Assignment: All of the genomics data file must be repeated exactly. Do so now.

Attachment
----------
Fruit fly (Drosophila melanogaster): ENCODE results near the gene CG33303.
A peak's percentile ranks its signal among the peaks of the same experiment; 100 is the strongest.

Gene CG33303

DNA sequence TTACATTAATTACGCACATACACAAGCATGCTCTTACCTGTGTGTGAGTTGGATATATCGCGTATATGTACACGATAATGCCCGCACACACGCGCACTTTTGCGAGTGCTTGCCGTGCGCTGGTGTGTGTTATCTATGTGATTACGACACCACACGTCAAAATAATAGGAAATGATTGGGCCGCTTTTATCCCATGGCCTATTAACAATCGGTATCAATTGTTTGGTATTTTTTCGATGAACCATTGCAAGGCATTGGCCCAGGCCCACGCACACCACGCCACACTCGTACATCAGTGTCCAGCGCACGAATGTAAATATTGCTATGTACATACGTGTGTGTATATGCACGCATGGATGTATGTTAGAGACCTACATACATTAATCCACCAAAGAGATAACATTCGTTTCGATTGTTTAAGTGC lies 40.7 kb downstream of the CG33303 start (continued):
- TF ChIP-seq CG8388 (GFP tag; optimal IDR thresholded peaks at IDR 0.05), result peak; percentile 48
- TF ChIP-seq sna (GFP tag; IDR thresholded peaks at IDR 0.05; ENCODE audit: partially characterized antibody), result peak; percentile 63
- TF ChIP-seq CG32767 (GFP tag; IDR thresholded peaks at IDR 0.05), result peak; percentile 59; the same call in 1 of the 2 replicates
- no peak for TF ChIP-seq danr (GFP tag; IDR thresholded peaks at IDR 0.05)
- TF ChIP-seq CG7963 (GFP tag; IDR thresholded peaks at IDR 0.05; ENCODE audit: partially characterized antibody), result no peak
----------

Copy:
Fruit fly (Drosophila melanogaster): ENCODE results near the gene CG33303.
A peak's percentile ranks its signal among the peaks of the same experiment; 100 is the strongest.

Gene CG33303

DNA sequence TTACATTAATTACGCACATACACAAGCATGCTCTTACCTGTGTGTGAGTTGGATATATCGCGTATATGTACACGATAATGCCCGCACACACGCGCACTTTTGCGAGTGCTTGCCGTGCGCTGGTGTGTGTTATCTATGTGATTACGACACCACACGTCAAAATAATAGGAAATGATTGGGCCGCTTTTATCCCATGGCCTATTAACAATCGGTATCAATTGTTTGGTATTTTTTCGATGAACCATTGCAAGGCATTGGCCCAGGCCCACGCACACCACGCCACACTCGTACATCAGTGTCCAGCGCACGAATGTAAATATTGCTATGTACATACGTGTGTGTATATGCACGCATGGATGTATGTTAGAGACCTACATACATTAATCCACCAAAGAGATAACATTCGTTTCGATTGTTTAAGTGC lies 40.7 kb downstream of the CG33303 start (continued):
- TF ChIP-seq CG8388 (GFP tag; optimal IDR thresholded peaks at IDR 0.05), result peak; percentile 48
- TF ChIP-seq sna (GFP tag; IDR thresholded peaks at IDR 0.05; ENCODE audit: partially characterized antibody), result peak; percentile 63
- TF ChIP-seq CG32767 (GFP tag; IDR thresholded peaks at IDR 0.05), result peak; percentile 59; the same call in 1 of the 2 replicates
- no peak for TF ChIP-seq danr (GFP tag; IDR thresholded peaks at IDR 0.05)
- TF ChIP-seq CG7963 (GFP tag; IDR thresholded peaks at IDR 0.05; ENCODE audit: partially characterized antibody), result no peak